|Hp3||35.47 ± 2.21b||72.77 ± 19.04ab||41.30 ± 15.86a||1992.05 ± 7.94c||2141.59|
|Hp4||40.39 ± 7.25a||50.42 ± 5.02bc||24.93 ± 2.33b||1077.63 ± 144.79d||1193.37|
|Hp5||19.23 ± 3.13c||109.16 ± 15.09a||13.31 ± 0.54c||3550.04 ± 193.31a||3691.74|
|Hp6||41.75 ± 4.49a||55.95 ± 13.06b||48.95 ± 13.43a||988.50 ± 88.66d||1135.15|
Values marked with the same letter do not differ significantly p > 0.05.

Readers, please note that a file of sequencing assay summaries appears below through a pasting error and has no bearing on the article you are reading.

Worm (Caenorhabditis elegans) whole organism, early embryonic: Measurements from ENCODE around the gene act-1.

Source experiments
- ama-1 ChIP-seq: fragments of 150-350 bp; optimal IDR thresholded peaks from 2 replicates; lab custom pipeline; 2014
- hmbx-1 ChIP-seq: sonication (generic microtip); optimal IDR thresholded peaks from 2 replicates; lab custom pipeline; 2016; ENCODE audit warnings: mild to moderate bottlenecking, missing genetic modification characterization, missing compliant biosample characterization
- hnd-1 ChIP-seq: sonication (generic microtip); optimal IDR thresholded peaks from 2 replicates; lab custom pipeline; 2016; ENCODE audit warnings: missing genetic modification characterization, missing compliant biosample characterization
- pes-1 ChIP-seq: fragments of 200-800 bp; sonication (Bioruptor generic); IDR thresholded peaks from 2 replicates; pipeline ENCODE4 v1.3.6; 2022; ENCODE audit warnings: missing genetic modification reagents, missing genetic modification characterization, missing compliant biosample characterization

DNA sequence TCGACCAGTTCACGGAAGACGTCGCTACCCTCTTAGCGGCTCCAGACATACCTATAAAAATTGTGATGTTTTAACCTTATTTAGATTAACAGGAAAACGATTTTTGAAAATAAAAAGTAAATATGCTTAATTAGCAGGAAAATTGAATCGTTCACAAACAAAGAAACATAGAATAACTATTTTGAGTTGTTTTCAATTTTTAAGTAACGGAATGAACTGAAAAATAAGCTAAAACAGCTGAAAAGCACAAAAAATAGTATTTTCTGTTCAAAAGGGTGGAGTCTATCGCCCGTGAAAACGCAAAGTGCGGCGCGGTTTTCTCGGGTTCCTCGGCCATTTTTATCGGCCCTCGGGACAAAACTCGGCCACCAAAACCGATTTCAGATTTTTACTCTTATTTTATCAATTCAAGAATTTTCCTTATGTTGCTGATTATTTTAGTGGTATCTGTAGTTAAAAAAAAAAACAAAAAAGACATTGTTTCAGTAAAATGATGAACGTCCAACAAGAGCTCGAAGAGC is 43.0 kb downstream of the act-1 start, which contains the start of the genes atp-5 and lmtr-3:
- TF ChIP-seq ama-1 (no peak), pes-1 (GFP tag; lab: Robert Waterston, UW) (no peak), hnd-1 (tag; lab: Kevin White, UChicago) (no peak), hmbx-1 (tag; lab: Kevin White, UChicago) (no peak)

As mentioned above, H. perforatum L. is a source of many bioactive compounds, making it an interesting raw material widely used in the food industry . The development and health of crops can be affected by different stress factors. These factors can be abiotic, such as temperature and water availability, or biotic, such as pests and diseases . Plants have a natural defense against biotic stress through secondary metabolites that help protect them from damage and negative effects on their growth. Plants can produce secondary metabolites, which are compounds that are not essential for their basic metabolism but can help protect them from harm. These include alkaloids, terpenoids, and phenolic compounds. Flavonoids and, in general, polyphenolic compounds are such metabolites that are responsible for protecting plants against adverse external conditions and pathogenic infections ; therefore, the highest content was observed in the Hp1 sample. Other plants, grown under controlled conditions, are not exposed to numerous stress factors, so the synthesis of compounds responsible for protection was at a lower level . Cultivation in controlled conditions, providing protection against various pests, but also ensuring optimal watering, means that plants synthesize the aforementioned secondary metabolites to a lesser extent, and their content is varietal-dependent . However, no relationship was found between the total content of flavonoids and the antioxidant activity. Despite the lowest flavonoid content, Hp2 was characterized by the highest antioxidant activity. The use of the popular ABTS reagent allows the study of total antioxidant activity . The radicals generated during the reaction are blue-green in color and show maximum absorbance at the following wavelengths: 417, 645, 734, and 815 nm. The antioxidants present in the test sample reduce the cation radical depending on the reaction time, as well as their activity and concentration, as a consequence, a decrease in color intensity can be observed in proportion to the content of antioxidants. The advantage of this method is that it allows the determination of the antioxidant capacity of both hydrophilic and hydrophobic products in aqueous and anhydrous solvents . However, as reported by Arts et al.  the disadvantage is that the reagent in combination with flavonoids forms strong antioxidant complexes, resulting in a much higher antioxidant potential. Importantly, different flavonoids form complexes with different activity [32,33], so despite its low content in Hp2, this sample showed the highest antioxidant capacity.